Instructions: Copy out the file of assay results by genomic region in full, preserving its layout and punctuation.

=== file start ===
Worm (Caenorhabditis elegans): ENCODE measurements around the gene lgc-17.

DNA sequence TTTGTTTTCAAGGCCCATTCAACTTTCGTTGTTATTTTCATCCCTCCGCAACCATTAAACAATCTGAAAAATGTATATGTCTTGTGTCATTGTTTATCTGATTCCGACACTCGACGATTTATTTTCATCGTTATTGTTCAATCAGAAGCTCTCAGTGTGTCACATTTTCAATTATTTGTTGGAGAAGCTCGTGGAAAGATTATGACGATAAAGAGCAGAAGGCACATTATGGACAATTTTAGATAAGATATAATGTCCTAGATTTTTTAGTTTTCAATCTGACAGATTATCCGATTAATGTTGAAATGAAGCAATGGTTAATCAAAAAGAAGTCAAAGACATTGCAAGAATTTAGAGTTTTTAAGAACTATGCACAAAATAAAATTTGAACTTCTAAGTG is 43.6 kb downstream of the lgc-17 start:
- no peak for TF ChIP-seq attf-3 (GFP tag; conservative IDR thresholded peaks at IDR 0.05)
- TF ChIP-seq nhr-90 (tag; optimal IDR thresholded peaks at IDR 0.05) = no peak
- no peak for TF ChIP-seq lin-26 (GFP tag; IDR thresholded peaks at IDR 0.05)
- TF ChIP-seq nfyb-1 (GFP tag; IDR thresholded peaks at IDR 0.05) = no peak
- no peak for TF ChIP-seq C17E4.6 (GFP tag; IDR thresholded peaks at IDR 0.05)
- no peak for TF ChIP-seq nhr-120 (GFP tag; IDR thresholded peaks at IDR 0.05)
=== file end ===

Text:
Worm (Caenorhabditis elegans): ENCODE measurements around the gene lgc-17.

DNA sequence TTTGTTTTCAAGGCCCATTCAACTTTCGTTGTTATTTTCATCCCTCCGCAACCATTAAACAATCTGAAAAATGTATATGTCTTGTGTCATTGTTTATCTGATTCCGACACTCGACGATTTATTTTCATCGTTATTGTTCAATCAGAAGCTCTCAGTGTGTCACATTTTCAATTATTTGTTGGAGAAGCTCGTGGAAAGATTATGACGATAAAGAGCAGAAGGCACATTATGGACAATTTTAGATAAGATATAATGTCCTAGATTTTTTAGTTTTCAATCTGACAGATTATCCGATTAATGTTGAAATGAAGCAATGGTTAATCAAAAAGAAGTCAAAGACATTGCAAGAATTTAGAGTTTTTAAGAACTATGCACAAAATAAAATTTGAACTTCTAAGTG is 43.6 kb downstream of the lgc-17 start:
- no peak for TF ChIP-seq attf-3 (GFP tag; conservative IDR thresholded peaks at IDR 0.05)
- TF ChIP-seq nhr-90 (tag; optimal IDR thresholded peaks at IDR 0.05) = no peak
- no peak for TF ChIP-seq lin-26 (GFP tag; IDR thresholded peaks at IDR 0.05)
- TF ChIP-seq nfyb-1 (GFP tag; IDR thresholded peaks at IDR 0.05) = no peak
- no peak for TF ChIP-seq C17E4.6 (GFP tag; IDR thresholded peaks at IDR 0.05)
- no peak for TF ChIP-seq nhr-120 (GFP tag; IDR thresholded peaks at IDR 0.05)